Good credit is critical to financial success, and it also affects many other aspects of your life, such as getting utility or cellphone accounts, a job or apartment, insurance — or even your prospects for online dating.
For online daters, a good credit score is more attractive than a nice car or an impressive job title, according to a 2017 survey by Discover and Match Media Group. And 40% of survey respondents said they'd favor a good credit score over a physically fit body.
For the same reason that it matters to a potential date, credit matters to your lender: credit demonstrates you can manage money responsibly.
Reviewing your credit report is often a primary way that potential creditors, lenders, landlords and even employers determine whether you are a good candidate for their product, services or company. Your credit can determine interest rates on loans, utility fees and security deposits.
What Is Good Credit?
Whether your credit is "good" is determined by your
- Credit history, which looks at your payment patterns over time.
- Credit score, which gives a rating to your credit risk at a moment in time.
Credit scores change often, as does the information in your credit history. Learn more about credit scores.
The Outcomes of Good Credit
These are some of the many benefits of good credit:
- Better interest rates
- Lower fees
- Better chance of getting approved for a loan
- More options for loan products
- Better chance of getting approved for an apartment rental or hired for a job
- Better access to utility or cellphone accounts
- Increased savings, opportunities to invest your dollars and build assets
3 Tips to Keep Your Credit on Track
The best practice is to review your credit regularly and manage your credit wisely over time.
1. Pay on time.
The best thing you can do to build, maintain or improve your credit is to pay your bills on time.
The types of accounts considered for credit payment history include:
- Credit cards
- Retail accounts, such as credit cards from department stores
- Installment loans, such as car loans, on which you make regular payments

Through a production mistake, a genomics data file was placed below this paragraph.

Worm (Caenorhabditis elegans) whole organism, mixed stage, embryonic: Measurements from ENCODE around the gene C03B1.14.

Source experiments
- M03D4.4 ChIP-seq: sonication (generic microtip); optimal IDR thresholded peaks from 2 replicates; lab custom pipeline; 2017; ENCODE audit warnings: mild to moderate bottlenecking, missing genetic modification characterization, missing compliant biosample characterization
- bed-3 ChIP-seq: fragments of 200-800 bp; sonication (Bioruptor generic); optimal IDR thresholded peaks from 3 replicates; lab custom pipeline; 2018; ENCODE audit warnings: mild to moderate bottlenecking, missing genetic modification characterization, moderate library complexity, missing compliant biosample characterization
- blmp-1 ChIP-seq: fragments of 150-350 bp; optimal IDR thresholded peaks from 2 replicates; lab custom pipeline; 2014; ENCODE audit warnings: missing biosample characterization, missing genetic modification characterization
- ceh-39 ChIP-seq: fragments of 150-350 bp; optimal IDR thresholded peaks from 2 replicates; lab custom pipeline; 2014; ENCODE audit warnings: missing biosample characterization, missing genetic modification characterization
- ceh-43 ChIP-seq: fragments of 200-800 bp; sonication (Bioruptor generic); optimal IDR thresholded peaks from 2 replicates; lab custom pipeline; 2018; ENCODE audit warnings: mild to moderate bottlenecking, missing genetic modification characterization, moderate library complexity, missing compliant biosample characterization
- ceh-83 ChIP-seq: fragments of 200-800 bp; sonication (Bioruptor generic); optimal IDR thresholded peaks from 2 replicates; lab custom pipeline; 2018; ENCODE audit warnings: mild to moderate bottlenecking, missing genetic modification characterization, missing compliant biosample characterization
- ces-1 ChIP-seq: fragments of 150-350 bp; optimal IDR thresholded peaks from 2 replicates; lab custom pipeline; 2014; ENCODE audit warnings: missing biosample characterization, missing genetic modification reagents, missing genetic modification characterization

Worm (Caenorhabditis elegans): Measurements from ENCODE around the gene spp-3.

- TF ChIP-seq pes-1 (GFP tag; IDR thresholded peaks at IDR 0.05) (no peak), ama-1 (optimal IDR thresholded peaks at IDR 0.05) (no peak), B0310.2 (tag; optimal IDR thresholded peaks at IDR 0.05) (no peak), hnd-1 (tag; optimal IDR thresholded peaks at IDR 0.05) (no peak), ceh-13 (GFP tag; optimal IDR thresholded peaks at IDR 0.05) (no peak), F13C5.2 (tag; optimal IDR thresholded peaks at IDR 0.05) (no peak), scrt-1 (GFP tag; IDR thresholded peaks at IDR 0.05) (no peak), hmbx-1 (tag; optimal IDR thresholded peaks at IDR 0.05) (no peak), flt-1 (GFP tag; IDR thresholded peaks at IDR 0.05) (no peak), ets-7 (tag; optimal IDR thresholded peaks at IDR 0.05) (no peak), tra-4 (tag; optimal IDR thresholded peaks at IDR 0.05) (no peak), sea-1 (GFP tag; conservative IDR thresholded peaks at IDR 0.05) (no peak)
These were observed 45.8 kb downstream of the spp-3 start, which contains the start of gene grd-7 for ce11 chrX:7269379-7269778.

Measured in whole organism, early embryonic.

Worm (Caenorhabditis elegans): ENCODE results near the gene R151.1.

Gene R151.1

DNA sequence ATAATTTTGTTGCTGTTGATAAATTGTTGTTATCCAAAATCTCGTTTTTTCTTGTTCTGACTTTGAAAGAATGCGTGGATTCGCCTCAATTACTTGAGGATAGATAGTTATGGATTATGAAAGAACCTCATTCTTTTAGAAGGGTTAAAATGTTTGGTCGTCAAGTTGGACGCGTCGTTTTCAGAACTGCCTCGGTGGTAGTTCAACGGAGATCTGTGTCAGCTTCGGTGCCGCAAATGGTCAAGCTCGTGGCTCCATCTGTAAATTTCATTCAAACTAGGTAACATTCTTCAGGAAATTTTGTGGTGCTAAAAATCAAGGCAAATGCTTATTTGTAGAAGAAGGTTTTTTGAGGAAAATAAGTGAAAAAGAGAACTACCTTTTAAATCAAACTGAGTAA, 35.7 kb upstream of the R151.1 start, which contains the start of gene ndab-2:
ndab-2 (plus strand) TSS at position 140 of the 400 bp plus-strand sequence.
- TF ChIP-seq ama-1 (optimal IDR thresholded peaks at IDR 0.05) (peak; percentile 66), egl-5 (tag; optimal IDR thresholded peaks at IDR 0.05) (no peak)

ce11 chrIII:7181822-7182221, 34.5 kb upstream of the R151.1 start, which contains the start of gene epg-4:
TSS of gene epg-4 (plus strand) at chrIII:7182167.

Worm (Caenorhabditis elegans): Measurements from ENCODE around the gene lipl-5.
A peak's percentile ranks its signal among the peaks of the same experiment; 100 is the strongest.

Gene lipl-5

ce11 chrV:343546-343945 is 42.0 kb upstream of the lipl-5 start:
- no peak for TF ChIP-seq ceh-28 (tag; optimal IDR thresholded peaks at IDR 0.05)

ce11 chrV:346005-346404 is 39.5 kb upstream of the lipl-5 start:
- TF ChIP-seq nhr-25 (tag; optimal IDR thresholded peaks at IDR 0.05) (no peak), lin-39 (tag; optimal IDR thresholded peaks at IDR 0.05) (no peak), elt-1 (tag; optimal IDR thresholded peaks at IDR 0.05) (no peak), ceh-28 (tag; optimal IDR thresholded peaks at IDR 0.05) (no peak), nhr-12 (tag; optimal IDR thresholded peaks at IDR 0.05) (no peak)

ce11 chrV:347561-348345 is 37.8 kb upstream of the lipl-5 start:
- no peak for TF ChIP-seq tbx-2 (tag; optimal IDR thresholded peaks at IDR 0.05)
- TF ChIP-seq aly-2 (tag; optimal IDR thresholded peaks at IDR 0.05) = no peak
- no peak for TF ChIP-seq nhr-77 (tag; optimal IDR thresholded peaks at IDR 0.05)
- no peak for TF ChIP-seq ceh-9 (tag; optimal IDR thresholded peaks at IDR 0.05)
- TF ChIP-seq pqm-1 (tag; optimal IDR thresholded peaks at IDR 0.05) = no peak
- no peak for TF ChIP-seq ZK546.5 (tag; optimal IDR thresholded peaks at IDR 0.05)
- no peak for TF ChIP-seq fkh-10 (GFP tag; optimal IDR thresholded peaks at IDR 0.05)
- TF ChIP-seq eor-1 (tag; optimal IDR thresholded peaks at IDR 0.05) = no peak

- Mortgage loans
- Student loans
- Finance company accounts, such as car dealer in-house lenders
2. Don't let your credit card balance get too high.
If you allow your credit cards to reach high, unpaid balances, or if you only pay the minimum amount due, credit cards can cost you hundreds (and even thousands) of dollars in interest and can damage your credit.
3. Review your credit report annually.
You should know what financial activities are affecting your credit, and you're entitled to receive a free copy of your credit report each year from each major credit bureau via annualcreditreport.com.
You can also keep an eye on your credit score through free apps such as Credit Karma™, NerdWallet, WalletHub® or others. Be aware, however, that the scores shown in these apps are not the same as FICO® scores that are used by most lenders and creditors to make lending or credit decisions. Still, they are a useful way for you to review the financial activities that are affecting your credit.
The result of careful planning and money management, good credit gives you more financial power by increasing your borrowing capacity and demonstrating that you can manage money responsibly.
To learn more about managing credit, use our suite of financial capability and homeownership education resources, CreditSmart®. From managing debt to buying a home, you can learn it all at your pace, on your terms. Learn more about CreditSmart.
CreditSmart®: Financial Education on Your Terms
Education has power, and it’s in your hands with the CreditSmart® suite of financial and homeownership education resources. Whether you're renting a home, are on the path to homeownership or saving for the future, CreditSmart has something for you.Learn more